by Kien Nguyen

After Saigon fell to the Communists in 1975, 7-year-old Kien's fair hair and light eyes marked him for discrimination on top of the woes that befell the ravaged nation. As the product of his mother's liaison with an American, he was a reminder of the hated West.

As Kien recounts in a painfully evocative memoir, the next decade brought horror upon horror. Shunned as a "half-breed," he endured abuse by his mother's boyfriend, a failed attempt to escape the country by boat and imprisonment in a work camp—all by age 14. No one comes off clean, not even Kien himself, who admits he was willing to sell out his own two siblings for a ticket out of Vietnam. After years of petitioning, the whole family finally emigrated to the U.S. in 1985.

Now a New York City dentist, Kien began writing the book as a way to deal with terrifying dreams about his former life. Since he finished it, he writes, "I don't have the nightmares anymore." (Little, Brown, $24.95)

Bottom Line: A remarkable tale of survival at all costs

by Louise Erdrich

Old Father Damien has a secret. Fifty-one years ago a nun confessed a murder to him. Now deceased, the nun is being considered for sainthood for miracles attributed to her, and the priest feels he must tell the church what he knows. He doesn't want to jeopardize his other secret, though: He's really a woman named Agnes DeWitt. Meeting a traveling priest who died en route to a Minnesota Indian reservation, the then-young Agnes took his place and, in disguise, learned to play priest to the Ojibwe tribe as well as any man.

Part Ojibwe herself, Erdrich (The Beet Queen) tells a complex and imaginative story, weaving together the mysticism of the Native American world and the raw emotions surrounding Agnes's masquerade. Though dense with the tribe's dark troubles (murder is the least of them), the novel's lighter moments are quite funny; among Agnes's 10 tips on how to act like a man: "Admire women's handiwork with copious amazement." (HarperCollins, $26)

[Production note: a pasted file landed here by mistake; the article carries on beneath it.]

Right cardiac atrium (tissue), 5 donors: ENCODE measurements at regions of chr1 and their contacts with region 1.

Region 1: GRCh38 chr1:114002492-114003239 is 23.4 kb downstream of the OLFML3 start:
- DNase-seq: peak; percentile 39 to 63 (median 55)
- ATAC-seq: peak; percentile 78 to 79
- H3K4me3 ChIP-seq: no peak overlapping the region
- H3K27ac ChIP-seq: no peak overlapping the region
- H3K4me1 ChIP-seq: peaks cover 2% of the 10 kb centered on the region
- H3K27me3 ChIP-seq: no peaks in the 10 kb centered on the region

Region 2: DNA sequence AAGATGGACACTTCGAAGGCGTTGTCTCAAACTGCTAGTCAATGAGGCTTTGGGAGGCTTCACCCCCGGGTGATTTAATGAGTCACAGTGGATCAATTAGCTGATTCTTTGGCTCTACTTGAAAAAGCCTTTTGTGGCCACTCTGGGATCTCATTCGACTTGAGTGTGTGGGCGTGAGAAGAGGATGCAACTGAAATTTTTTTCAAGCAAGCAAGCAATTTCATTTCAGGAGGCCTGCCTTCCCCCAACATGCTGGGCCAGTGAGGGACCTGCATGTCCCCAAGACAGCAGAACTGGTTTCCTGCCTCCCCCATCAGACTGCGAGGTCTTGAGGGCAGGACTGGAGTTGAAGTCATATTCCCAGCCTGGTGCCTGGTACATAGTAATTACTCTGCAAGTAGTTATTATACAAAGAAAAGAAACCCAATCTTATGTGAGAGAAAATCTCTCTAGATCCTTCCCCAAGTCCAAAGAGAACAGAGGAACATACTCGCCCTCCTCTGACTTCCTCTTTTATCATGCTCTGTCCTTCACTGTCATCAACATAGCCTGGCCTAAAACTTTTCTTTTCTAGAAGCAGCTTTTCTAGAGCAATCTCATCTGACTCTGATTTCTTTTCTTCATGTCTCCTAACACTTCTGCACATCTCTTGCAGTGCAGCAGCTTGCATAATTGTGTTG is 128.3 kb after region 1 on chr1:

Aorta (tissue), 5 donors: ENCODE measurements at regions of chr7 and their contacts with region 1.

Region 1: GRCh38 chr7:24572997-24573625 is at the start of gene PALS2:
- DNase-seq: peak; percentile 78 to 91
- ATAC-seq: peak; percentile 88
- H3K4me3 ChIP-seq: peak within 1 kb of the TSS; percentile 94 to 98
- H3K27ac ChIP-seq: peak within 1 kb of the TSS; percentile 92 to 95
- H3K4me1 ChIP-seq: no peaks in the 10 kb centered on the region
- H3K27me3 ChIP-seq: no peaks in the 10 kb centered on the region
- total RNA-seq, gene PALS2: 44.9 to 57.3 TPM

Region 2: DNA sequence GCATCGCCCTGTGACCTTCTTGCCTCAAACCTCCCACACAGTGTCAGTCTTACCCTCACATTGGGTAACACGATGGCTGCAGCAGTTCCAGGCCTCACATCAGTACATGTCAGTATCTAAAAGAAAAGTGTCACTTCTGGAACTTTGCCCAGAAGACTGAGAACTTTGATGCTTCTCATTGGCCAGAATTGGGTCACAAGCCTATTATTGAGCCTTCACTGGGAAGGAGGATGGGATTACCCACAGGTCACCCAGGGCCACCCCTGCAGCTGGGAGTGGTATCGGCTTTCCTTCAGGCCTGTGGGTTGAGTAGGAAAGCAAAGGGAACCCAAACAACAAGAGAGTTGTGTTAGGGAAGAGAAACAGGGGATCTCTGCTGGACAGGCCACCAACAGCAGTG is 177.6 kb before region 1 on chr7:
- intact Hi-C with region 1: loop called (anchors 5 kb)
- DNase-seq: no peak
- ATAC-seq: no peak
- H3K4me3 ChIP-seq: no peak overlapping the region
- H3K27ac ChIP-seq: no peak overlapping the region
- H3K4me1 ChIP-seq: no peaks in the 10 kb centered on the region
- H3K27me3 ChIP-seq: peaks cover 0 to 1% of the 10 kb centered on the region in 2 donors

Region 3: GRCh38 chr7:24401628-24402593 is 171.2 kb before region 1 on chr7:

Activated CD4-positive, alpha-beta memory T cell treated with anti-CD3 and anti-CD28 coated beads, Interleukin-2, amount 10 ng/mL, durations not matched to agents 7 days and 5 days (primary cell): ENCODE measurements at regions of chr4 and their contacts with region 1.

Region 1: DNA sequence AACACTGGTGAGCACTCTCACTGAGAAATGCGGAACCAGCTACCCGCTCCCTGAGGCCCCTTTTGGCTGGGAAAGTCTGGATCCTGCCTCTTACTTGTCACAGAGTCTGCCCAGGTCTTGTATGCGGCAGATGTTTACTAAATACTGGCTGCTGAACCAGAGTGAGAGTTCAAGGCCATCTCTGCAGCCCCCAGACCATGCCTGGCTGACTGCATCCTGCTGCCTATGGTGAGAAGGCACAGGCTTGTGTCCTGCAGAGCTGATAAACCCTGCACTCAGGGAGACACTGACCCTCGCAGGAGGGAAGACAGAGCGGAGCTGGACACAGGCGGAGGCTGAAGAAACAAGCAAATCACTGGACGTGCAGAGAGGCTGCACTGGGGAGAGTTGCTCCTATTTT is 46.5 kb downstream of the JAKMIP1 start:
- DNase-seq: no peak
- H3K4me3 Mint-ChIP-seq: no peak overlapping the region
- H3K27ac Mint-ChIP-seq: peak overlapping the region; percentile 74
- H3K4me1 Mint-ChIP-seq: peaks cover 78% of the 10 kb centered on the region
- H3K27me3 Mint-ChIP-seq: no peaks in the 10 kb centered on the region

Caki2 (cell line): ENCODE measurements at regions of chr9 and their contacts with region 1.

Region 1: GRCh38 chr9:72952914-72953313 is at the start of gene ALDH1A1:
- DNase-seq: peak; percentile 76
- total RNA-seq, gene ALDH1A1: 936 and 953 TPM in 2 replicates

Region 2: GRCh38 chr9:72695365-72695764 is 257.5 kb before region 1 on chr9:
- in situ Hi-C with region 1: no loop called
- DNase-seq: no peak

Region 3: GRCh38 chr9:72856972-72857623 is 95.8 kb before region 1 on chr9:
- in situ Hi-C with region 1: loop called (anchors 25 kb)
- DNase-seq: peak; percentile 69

Bottom Line: Lyrical, mystical novel that touches the soul

by Terry Ryan

Book of the week

bgwhite    



Had Evelyn Ryan, the real-life heroine of this delightful, inspiring memoir of the '50s, been born 30 years later, she'd likely be pulling in six figures at a Madison Avenue ad agency. Instead, saddled with an alcoholic husband and a brood of 10, she used her self-described "knack for words" to keep her struggling family afloat. Evelyn's strategy? To furnish the house with the prizes—everything from frying pans to a Triumph TR3 sports car—she won in hundreds of jingle-writing contests for products like Lipton soup ("Seasoned right for season-round zest/ Cents and minutes are all you invest") and Lucky Strike cigarettes ("Send me laundry, send me dough/ Send me Luckies to send my beau..."). Ryan's daughter Terry, a writer for the San Francisco Chronicle, presents Eisenhower-era America in prose as warm as oatmeal. The author and her siblings are given their due—as is their abusive, whiskey-soused dad—but the book's sturdy center is Evelyn (who died in 1998), a woman whose can-do spirit honored her aptly named hometown. (Simon & Schuster, $24)

Bottom Line: Nabs first prize in the memoir genre

>Icy Sparks

What hath Oprah wrought? So predictable are the diva of discussion's literary preferences that one suspects Gwyn Hyman Rubio crafted this 1998 debut novel just to please Ms. Winfrey, who obligingly tapped it for Oprah's Book Club. Female protagonist struggling for self-acceptance? Check. Painful, illuminating journey to independent womanhood? Check. Triumphant emotional climax and spiritual closure? Check and check. Icy Sparks is an orphan growing up in rural Kentucky in the 1950s. Like her self-consciously quirky name, Icy is a paradox: a sweet, yellow-haired girl who can unexpectedly become "mean as a striped snake." In fact, the tics and curses that she tries to suppress are symptoms of Tourette's syndrome, a disorder that goes undiagnosed throughout Icy's trying adolescence. The relationship between Icy and her patient grandparents is nicely understated, but the book's overcooked symbolism grows tiresome. By the time Icy declares, "Ain't one of us perfect, but still the good Lord loves us," you'll wish Winfrey would pick a juicy whodunit next time. (Penguin, $13.95)

Bottom Line: Lacks spark

  • Contributors:
  • Julie K.L. Dam,
  • Jennifer Wulff,
  • Michelle Tauber.